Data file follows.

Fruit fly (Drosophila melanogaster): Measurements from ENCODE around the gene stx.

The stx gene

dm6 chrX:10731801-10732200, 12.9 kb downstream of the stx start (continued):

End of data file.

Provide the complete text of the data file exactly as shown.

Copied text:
Fruit fly (Drosophila melanogaster): Measurements from ENCODE around the gene stx.

The stx gene

dm6 chrX:10731801-10732200, 12.9 kb downstream of the stx start (continued):